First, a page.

• [0021]
    FIG. 4 shows a cross-sectional view in the channel-width direction of a flash memory cell for use in one preferred embodiment of the present invention. A high density plasma (HDP) oxide 28 surrounds the channel 18, gate oxide 16, and floating gate 14. This oxide 28 isolates the cell from surrounding cells. The Si channel 18 is a FinFET structure. One method of obtaining a small GCR is to increase the area between the channel 18 and the floating gate 14, thereby increasing the coupling capacitance between the two. A typical FinFET structure naturally creates a large coupling area between the channel 18 and the floating gate 14, which makes it particularly suitable for use in accordance with a preferred embodiment of the present invention.
  • [0022]
    FIG. 5 shows a cross-sectional view in the channel-length direction of two flash memory cells in a NAND array for use in accordance with a preferred embodiment of the present invention. A well 24 runs along a bit line (not shown in FIG. 5) in the array. The cells share a junction 26. The distance between the first comer of the control gate 10 and the corresponding comer of control gate 10′ is 2F, where F is the width of the cell, also called a technology node.
  • [0023]
    FIG. 6 shows a cross-sectional view in the channel-width direction of two flash memory cells in a NAND array for use in accordance with a preferred embodiment of the present invention. The HDP oxide 28 isolates the channel fins 18 and 18′ from each other. The control gate 10 runs along a word line (not shown in FIG. 6) in the array. The cells share this gate 10. The distance between the first edge of the fin 18 and the corresponding edge of fin 18′ is 2F, where F is as defined for FIG. 5.
  • [0024]
    FIGS. 7A, 7B, and 7C show operations in an n-Channel NAND array in accordance with a preferred embodiment of the present invention. In FIG. 7A, the threshold voltage for cell A is lowered by applying, for example, 15 V along the adjoining word line and grounding the corresponding bit line. +FN tunneling occurs and cell A is programmed. Neighboring cells B, C, and D have program disturbances at acceptable levels. In FIG. 7B, the threshold voltage is increased to, for example, −18 V on all word lines. −FN tunneling occurs and programmed cells are erased. In FIG. 7C, cell A is read out by applying an appropriate potential to the corresponding word line, and applying a pass voltage to other word lines to allow a read through current.
  • [0025]
    FIGS. 8A, 8B, and 8C show operations in a p-Channel NAND array in accordance with a preferred embodiment of the present invention. In FIG. 8A, the threshold voltage for cell A is increased by applying, for example, −18 V along the adjoining word line and grounding the corresponding bit line. −FN tunneling occurs and cell A is programmed. Neighboring cells B, C, and D have program disturbances at acceptable levels. In FIG. 8B, the threshold voltage is lowered to, for example, +15 V on all word lines. +FN tunneling occurs and programmed cells are erased. In FIG. 8C, cell A is read out by applying an appropriate potential to the corresponding word line, and applying a pass voltage to other word lines to allow a read through current.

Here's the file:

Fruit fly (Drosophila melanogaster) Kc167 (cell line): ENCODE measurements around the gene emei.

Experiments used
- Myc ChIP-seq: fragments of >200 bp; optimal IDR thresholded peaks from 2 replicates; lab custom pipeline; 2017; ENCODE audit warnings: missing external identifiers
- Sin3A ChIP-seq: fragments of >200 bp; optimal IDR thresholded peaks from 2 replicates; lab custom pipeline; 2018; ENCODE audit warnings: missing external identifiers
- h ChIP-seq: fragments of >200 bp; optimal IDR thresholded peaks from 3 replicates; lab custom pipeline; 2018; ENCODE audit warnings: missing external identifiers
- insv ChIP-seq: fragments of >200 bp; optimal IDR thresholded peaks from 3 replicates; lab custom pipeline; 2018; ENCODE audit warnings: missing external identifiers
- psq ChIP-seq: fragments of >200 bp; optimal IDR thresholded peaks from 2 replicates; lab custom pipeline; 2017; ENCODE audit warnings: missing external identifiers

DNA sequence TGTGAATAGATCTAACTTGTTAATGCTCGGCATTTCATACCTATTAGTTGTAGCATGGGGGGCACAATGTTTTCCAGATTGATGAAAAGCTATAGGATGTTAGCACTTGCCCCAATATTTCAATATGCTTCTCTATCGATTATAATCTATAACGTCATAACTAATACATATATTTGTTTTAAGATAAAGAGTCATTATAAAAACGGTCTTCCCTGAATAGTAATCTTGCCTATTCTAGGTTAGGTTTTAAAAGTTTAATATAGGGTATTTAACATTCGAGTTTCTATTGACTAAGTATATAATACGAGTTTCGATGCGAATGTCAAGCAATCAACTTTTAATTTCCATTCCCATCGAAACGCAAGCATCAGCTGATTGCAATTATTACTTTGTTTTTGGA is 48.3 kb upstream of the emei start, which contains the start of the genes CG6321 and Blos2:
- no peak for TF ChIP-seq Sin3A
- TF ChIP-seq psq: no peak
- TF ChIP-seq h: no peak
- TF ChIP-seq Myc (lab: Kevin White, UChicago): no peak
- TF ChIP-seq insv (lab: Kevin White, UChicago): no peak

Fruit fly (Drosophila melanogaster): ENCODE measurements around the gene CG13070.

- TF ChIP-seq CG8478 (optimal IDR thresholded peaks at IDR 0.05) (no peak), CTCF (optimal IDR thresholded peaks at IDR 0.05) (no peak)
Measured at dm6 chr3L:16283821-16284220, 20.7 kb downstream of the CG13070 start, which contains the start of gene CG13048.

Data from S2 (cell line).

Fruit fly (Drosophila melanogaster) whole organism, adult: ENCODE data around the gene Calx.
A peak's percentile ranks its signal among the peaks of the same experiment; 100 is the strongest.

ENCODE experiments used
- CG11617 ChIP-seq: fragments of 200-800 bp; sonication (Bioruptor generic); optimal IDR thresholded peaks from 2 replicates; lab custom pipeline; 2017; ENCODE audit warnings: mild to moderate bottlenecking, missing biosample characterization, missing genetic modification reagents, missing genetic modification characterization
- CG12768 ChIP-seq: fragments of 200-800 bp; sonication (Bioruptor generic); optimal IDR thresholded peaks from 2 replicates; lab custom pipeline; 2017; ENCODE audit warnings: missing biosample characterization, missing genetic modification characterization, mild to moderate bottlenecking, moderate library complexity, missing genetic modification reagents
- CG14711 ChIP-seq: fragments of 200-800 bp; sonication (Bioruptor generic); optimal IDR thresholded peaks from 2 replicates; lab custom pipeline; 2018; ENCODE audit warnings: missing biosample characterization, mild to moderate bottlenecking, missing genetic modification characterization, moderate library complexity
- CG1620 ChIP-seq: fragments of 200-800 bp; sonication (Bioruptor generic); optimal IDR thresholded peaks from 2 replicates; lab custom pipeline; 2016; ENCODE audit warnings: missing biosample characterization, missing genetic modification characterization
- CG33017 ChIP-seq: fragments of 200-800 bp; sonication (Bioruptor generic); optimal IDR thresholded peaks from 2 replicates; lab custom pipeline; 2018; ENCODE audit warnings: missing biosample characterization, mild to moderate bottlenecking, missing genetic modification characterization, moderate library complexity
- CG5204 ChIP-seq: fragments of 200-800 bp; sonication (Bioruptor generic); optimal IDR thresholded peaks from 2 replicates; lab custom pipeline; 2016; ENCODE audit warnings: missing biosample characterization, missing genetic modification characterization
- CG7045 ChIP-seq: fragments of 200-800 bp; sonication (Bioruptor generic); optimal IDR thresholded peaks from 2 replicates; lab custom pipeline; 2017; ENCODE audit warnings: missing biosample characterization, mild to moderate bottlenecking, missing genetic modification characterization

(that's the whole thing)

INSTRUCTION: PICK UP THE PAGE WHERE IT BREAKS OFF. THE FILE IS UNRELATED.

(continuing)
• [0026]
    FIGS. 9A and 9B are plots of threshold voltage (in volts) vs. time (in seconds, logarithmic scale). The plot in FIG. 9A shows the drop in threshold voltage associated with +FN tunneling from the floating gate. The GCR is fixed at 0.3, the bottom oxide thickness (O1) is set to 7 nm, and the tunneling oxide thickness (O2) is set to 10 nm. Three different potentials were applied to the control gate. The results demonstrate that a large memory window can be obtained using a medium range voltage. The plot in FIG. 9B shows the increase in threshold voltage associated with −FN tunneling from the control gate. The simulation sets the same GCR, O1, and O2 parameters as in FIG. 9A, and applies the same potentials across the control gate.
  • [0027]
    FIG. 10 shows a table and plot of coupling ratio vs. technology node size (in nm). The simulation was conducted with decreasing node size down to about 20 nm. αG is the GCR. αB is the coupling ratio between the floating gate and the channel. αWL-WL is the interference coupling ratio between cells on the same word line. αBL-BL is the interference coupling ratio between cells on the same bit line. The remaining process parameters in the left-hand column of the table are defined and labeled in FIGS. 5 and 6.
  • [0028]
    The data from FIG. 10 shows that a floating gate device utilizing gate-injection methods as described above has scalability down to a technology node size of less than about 20 nm. The gate coupling ratio can be maintained at about 0.3. Additionally, the interference coupling ratios from adjacent cells can be limited to below 0.1, eliminating much of the deterioration on cell function.
  • [0029]
    It will be appreciated by those skilled in the art that changes could be made to the embodiments described above without departing from the broad inventive concept thereof. It is understood, therefore, that this invention is not limited to the particular embodiments disclosed, but it is intended to cover modifications within the spirit and scope of the present invention.
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Classifications
U.S. Classification365/185.18, 257/314, 257/E21.209, 257/E27.103, 257/E29.304, 257/E21.422
International ClassificationH01L29/76, G11C11/34, G11C16/04
Cooperative ClassificationH01L29/7851, G11C16/0416, H01L27/115, G11C16/10, H01L29/7883, H01L29/66795, H01L21/28273, H01L29/66825
European ClassificationH01L29/66M6T6F17, G11C16/04F1, G11C16/10, H01L27/115, H01L29/788B4, H01L21/28F